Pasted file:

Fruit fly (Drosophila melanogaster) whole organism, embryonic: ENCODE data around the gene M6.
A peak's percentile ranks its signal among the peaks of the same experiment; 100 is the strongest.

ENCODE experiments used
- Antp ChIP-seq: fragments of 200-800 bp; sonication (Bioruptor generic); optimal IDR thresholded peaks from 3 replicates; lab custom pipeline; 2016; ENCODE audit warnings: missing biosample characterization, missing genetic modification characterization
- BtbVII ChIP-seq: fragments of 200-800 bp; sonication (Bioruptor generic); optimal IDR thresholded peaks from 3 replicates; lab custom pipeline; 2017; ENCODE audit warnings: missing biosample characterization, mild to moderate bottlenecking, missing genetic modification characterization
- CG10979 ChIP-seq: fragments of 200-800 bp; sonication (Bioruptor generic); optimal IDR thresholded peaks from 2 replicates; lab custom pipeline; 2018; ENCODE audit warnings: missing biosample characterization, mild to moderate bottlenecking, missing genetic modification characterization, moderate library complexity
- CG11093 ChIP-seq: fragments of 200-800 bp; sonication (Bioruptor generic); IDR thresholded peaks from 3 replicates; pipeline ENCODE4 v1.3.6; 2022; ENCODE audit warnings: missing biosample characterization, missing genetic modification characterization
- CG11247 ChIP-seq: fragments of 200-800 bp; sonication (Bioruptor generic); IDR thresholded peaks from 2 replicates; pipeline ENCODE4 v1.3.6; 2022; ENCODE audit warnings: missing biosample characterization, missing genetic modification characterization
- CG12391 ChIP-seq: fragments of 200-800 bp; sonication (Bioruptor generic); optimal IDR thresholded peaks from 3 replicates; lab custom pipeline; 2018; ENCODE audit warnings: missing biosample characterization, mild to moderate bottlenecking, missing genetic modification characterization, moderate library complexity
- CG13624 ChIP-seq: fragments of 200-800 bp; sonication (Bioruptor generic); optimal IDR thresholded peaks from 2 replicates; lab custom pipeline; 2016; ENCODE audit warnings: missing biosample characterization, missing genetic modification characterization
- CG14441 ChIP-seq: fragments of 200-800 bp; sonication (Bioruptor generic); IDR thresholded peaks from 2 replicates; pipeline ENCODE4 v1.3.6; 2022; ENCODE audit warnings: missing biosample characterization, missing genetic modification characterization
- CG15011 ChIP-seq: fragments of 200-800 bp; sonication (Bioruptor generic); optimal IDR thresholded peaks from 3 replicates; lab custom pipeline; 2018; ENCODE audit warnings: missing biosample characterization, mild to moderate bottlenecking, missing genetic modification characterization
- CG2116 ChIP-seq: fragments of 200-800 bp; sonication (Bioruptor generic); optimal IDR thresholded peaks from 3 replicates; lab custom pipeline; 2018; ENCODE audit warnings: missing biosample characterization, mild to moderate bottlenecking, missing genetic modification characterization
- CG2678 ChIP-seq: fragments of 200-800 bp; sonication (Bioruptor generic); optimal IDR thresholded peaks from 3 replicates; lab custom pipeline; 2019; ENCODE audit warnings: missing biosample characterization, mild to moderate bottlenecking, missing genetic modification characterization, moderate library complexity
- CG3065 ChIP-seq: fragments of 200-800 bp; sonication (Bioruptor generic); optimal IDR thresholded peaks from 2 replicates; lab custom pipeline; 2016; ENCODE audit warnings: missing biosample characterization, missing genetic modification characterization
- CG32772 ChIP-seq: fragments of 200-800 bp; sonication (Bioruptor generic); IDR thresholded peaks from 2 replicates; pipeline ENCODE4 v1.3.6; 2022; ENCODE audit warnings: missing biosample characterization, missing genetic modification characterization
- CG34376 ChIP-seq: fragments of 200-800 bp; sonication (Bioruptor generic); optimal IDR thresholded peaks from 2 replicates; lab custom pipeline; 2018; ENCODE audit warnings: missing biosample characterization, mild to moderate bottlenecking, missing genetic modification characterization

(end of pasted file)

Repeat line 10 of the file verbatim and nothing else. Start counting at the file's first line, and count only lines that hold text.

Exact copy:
- CG13624 ChIP-seq: fragments of 200-800 bp; sonication (Bioruptor generic); optimal IDR thresholded peaks from 2 replicates; lab custom pipeline; 2016; ENCODE audit warnings: missing biosample characterization, missing genetic modification characterization